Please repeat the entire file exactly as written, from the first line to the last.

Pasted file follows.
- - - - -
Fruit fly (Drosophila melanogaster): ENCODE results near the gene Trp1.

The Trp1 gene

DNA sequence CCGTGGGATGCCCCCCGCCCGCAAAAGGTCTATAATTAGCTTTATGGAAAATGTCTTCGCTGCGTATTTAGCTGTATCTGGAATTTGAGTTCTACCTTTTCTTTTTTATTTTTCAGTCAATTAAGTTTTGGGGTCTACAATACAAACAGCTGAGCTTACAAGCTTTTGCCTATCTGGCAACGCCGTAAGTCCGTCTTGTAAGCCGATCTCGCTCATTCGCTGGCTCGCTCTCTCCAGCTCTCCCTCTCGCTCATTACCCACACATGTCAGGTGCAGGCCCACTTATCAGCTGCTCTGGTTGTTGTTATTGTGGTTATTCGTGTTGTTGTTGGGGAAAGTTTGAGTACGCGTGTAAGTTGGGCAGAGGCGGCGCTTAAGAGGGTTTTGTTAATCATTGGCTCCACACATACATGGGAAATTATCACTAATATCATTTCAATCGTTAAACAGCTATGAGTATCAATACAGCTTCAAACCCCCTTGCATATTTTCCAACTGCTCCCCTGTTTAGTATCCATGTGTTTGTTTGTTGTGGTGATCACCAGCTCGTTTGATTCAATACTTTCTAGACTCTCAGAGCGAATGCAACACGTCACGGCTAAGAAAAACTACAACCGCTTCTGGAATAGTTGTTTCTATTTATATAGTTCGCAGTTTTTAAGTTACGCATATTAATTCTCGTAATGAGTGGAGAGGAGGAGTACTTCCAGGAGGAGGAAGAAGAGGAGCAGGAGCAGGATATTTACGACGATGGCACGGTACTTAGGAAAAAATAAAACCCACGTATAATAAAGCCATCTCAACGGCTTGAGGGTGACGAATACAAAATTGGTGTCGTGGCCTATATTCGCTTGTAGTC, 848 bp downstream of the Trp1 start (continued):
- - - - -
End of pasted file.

Fruit fly (Drosophila melanogaster): ENCODE results near the gene Trp1.

The Trp1 gene

DNA sequence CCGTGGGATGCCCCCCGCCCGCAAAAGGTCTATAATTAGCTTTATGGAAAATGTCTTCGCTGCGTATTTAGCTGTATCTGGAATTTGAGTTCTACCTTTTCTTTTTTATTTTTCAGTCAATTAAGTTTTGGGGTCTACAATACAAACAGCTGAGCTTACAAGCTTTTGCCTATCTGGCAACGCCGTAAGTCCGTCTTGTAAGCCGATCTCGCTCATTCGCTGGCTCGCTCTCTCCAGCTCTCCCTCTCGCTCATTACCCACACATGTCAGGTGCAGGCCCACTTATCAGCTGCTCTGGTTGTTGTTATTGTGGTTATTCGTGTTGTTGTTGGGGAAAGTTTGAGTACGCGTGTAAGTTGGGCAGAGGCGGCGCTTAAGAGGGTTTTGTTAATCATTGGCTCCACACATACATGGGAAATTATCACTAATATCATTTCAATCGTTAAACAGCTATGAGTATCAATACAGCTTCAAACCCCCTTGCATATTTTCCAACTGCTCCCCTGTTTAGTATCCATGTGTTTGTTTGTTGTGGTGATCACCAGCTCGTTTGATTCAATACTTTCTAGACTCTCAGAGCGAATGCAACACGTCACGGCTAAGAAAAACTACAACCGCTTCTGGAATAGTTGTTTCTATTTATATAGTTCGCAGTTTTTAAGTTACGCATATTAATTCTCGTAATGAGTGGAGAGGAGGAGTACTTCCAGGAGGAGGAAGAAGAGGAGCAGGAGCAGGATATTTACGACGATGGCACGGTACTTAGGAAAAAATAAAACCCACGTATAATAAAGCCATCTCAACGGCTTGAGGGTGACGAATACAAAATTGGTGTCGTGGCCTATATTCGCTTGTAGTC, 848 bp downstream of the Trp1 start (continued):